I suppose you all realize that as members of the court marshall for the trial of the conspirators in the assassination of our beloved president you have on your souls a grave responsibility. The object of this trial is not to determine the guilt or innocence of a handful of rebels but to save this country from further bloodshed. The solemn truth, gentlemen, is that the federal union is on the verge of hysteria. That is why the trial of these conspirators has been placed in your hands rather than in a civil court. Because men of the sword can be hard, and hardness is all that can save this country from riot, mob rule, even resumption of the war itself.... To help you to be hard, first, you must not allow your judgement in decision in this case to be troubled by any trifling technicalities of the law or any pedantic regard for the customary rules of evidence. Second, and most important, you must not allow yourself to be influenced by that obnoxious creation of legal nonsense—reasonable doubt.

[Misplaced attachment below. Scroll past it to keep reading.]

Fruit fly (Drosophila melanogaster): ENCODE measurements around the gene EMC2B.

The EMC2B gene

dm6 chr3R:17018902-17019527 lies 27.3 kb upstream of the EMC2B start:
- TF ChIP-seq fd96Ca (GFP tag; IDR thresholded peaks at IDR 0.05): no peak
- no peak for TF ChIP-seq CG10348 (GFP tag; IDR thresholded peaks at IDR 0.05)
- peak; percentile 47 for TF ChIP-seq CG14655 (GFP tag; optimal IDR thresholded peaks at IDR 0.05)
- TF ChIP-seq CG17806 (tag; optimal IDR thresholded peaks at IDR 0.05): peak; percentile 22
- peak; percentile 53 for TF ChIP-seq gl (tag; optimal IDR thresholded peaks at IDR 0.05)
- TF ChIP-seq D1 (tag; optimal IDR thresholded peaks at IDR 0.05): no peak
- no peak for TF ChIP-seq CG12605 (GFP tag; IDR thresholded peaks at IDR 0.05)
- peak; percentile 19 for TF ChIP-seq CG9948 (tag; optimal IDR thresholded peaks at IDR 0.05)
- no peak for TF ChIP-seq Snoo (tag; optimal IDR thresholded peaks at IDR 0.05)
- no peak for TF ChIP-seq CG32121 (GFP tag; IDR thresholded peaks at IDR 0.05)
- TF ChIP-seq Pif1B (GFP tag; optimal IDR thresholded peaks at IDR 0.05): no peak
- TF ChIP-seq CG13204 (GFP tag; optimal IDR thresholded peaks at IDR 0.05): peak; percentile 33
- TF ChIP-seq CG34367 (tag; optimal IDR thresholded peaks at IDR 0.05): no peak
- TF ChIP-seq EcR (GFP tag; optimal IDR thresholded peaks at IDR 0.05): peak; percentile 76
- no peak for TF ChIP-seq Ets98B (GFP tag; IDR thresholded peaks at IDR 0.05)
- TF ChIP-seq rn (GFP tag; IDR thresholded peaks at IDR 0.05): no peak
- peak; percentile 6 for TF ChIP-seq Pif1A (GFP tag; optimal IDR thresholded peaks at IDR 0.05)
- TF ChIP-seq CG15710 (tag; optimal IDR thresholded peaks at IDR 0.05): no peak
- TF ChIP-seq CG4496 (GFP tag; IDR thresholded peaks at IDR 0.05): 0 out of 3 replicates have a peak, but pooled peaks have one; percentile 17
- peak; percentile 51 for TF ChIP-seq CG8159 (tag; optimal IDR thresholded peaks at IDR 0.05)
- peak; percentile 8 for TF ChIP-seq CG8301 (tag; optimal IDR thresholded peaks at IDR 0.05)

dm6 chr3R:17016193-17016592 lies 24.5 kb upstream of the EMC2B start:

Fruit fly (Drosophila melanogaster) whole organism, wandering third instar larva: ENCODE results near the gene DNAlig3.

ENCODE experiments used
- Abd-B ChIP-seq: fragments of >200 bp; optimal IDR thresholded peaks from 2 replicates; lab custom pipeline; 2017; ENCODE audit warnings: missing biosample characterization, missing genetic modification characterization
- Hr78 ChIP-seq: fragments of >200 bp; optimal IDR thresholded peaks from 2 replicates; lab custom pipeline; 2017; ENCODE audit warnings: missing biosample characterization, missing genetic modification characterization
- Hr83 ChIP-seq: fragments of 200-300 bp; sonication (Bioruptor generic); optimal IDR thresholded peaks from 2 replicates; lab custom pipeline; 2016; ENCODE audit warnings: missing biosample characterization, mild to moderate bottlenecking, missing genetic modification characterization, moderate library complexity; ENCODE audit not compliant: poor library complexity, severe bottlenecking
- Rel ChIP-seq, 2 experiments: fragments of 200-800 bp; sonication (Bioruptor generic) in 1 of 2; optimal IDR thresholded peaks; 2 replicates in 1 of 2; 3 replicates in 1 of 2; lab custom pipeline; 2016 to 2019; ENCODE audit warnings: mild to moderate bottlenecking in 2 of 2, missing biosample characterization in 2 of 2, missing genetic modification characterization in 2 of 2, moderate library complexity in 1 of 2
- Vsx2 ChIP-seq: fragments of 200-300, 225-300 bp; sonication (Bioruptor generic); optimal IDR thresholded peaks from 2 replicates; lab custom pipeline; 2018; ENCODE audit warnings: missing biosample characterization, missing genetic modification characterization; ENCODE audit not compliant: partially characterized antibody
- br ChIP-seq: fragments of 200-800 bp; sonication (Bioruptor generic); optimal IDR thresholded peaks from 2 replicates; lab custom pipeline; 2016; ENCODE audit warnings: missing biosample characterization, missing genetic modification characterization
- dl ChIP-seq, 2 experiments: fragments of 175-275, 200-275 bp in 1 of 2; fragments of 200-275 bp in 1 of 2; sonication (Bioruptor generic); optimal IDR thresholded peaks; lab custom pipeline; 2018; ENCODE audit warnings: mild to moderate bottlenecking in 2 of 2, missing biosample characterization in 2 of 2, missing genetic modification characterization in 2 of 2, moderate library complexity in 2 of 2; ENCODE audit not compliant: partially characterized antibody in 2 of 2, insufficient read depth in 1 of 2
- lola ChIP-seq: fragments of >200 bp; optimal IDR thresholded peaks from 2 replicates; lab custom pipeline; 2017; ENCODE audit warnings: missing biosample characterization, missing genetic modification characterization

Nunnally Johnson (1897–1977), U.S. screenwriter, and John Ford. Mr. Ericson (Arthur Byron), The Prisoner of Shark Island, speaking to the military jury that will try alleged conspirators in Lincoln's assassination (1936).